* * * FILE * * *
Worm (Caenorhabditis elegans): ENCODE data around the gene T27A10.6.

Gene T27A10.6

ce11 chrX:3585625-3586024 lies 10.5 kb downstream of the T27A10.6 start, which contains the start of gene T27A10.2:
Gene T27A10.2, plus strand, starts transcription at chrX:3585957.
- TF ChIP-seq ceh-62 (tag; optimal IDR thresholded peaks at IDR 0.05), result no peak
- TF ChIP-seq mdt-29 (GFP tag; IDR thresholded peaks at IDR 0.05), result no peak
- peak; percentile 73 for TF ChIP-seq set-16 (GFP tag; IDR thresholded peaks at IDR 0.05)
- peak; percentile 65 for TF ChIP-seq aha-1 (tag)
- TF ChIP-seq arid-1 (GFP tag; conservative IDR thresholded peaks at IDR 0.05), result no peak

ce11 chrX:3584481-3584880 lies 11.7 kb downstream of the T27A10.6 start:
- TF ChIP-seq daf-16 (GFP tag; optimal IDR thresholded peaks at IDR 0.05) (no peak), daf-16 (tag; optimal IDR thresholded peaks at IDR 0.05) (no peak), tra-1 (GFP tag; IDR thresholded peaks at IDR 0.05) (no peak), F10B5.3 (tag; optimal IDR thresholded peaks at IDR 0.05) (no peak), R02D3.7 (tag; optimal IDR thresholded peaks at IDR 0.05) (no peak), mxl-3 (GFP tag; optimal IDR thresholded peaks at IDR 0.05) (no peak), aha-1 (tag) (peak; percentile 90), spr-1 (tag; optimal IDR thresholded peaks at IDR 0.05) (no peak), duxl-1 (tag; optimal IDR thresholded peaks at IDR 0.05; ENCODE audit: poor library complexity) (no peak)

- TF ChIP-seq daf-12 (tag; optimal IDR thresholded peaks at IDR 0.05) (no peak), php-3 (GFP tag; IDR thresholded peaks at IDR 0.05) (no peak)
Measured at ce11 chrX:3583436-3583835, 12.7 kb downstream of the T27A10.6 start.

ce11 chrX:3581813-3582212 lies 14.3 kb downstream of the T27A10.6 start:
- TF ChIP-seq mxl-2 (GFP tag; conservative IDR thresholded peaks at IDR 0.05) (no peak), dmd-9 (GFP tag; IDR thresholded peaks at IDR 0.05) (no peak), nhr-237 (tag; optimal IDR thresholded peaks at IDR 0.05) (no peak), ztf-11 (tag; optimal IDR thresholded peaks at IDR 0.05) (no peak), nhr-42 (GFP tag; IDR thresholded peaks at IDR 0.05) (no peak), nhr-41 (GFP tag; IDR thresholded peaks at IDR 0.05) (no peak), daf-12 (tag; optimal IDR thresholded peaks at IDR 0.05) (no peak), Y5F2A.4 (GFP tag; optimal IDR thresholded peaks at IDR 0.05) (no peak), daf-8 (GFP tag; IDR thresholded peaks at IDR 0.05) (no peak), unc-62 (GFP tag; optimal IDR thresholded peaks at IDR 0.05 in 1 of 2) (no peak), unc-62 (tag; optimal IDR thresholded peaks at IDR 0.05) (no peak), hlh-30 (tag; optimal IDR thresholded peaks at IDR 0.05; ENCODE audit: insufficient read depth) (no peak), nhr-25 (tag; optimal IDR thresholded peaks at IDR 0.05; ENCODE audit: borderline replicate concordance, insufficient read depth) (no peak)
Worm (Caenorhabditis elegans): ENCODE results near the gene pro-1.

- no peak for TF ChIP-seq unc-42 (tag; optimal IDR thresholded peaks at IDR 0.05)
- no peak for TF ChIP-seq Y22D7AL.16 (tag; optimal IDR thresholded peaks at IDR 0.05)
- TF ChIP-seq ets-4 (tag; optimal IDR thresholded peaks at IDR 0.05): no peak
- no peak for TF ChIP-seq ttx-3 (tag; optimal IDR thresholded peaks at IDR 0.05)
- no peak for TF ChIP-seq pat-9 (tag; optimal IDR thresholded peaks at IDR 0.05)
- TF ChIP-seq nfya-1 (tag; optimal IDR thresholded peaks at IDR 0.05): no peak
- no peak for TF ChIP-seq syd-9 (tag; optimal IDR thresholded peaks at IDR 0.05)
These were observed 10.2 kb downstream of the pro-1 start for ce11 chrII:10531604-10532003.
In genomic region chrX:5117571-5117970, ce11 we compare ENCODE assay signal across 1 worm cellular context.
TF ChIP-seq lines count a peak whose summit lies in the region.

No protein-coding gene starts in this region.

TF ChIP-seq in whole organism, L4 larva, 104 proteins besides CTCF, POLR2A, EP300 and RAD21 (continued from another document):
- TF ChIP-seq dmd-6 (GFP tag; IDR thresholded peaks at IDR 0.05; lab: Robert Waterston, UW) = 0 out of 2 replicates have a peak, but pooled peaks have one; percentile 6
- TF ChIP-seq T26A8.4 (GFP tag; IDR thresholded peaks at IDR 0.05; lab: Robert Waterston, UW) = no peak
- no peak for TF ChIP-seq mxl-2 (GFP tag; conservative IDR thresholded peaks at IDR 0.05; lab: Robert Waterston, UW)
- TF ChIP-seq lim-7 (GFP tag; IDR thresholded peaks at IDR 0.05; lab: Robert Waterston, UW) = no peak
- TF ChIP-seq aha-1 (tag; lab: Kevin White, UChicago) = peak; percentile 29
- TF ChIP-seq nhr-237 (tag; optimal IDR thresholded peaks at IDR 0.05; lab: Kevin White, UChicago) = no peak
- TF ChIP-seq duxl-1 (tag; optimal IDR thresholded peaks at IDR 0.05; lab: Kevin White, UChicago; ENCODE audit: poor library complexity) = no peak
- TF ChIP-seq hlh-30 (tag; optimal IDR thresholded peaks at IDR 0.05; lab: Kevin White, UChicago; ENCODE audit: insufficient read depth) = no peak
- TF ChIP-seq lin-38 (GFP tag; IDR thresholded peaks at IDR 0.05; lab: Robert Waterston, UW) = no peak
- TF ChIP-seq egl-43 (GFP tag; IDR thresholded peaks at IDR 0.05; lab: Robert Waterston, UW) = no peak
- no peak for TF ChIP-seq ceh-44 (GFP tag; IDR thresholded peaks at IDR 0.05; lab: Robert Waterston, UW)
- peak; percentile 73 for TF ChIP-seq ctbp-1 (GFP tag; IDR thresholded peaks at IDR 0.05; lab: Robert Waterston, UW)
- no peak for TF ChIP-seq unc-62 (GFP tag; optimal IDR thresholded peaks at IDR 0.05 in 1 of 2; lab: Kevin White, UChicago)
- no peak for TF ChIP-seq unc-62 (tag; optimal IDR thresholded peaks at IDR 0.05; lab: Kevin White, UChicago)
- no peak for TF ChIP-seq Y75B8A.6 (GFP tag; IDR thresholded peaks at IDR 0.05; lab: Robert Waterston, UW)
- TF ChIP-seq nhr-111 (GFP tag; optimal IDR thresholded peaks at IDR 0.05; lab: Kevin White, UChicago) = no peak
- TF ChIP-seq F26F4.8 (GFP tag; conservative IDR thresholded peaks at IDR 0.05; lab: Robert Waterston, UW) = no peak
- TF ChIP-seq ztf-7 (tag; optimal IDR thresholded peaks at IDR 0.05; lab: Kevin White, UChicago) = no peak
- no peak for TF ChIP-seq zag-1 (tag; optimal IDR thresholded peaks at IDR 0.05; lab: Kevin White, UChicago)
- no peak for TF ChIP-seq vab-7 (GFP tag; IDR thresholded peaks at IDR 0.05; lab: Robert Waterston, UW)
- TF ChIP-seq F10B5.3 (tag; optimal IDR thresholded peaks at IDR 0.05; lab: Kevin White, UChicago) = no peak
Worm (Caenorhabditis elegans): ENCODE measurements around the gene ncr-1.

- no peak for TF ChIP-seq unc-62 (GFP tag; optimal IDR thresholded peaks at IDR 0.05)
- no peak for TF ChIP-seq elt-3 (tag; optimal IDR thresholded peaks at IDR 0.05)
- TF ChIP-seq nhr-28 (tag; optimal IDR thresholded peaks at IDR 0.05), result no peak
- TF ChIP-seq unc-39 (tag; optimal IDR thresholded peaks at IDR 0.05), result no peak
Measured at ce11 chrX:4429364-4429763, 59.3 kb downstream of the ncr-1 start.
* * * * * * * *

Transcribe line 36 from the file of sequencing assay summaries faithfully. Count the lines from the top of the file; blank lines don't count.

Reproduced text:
- TF ChIP-seq hlh-30 (tag; optimal IDR thresholded peaks at IDR 0.05; lab: Kevin White, UChicago; ENCODE audit: insufficient read depth) = no peak